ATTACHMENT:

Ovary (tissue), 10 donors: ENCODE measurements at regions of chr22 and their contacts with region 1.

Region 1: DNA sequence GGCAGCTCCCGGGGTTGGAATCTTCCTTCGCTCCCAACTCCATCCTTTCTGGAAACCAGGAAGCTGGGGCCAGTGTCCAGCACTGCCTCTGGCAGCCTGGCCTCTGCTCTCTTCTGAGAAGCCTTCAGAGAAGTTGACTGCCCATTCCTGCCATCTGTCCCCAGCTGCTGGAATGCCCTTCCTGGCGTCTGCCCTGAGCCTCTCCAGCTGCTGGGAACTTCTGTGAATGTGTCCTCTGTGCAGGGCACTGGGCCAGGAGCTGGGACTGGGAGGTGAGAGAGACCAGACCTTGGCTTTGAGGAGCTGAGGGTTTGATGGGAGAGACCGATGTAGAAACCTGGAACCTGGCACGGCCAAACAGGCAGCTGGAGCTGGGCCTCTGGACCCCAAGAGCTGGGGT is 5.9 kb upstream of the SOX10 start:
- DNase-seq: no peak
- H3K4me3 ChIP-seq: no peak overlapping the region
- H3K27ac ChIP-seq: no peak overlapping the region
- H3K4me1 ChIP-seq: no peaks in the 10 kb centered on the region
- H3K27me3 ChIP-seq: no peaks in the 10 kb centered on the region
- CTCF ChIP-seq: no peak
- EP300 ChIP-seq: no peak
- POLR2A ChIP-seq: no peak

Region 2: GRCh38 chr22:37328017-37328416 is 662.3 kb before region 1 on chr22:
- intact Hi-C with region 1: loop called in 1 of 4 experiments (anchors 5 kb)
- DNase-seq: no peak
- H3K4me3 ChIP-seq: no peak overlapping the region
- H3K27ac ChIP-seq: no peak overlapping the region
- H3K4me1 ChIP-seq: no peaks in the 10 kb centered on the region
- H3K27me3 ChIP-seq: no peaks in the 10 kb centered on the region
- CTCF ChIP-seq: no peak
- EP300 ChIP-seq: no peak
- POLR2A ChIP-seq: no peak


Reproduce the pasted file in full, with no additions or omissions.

Ovary (tissue), 10 donors: ENCODE measurements at regions of chr22 and their contacts with region 1.

Region 1: DNA sequence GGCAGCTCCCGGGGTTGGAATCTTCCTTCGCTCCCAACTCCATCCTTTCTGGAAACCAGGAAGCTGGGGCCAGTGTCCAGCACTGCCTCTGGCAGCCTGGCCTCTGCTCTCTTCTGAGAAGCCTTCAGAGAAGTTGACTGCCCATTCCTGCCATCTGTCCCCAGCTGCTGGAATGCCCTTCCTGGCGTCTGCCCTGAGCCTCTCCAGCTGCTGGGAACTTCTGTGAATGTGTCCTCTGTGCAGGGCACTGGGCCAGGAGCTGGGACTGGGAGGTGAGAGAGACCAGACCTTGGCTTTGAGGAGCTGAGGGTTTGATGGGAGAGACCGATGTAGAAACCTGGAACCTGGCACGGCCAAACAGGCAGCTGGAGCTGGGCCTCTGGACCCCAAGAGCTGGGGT is 5.9 kb upstream of the SOX10 start:
- DNase-seq: no peak
- H3K4me3 ChIP-seq: no peak overlapping the region
- H3K27ac ChIP-seq: no peak overlapping the region
- H3K4me1 ChIP-seq: no peaks in the 10 kb centered on the region
- H3K27me3 ChIP-seq: no peaks in the 10 kb centered on the region
- CTCF ChIP-seq: no peak
- EP300 ChIP-seq: no peak
- POLR2A ChIP-seq: no peak

Region 2: GRCh38 chr22:37328017-37328416 is 662.3 kb before region 1 on chr22:
- intact Hi-C with region 1: loop called in 1 of 4 experiments (anchors 5 kb)
- DNase-seq: no peak
- H3K4me3 ChIP-seq: no peak overlapping the region
- H3K27ac ChIP-seq: no peak overlapping the region
- H3K4me1 ChIP-seq: no peaks in the 10 kb centered on the region
- H3K27me3 ChIP-seq: no peaks in the 10 kb centered on the region
- CTCF ChIP-seq: no peak
- EP300 ChIP-seq: no peak
- POLR2A ChIP-seq: no peak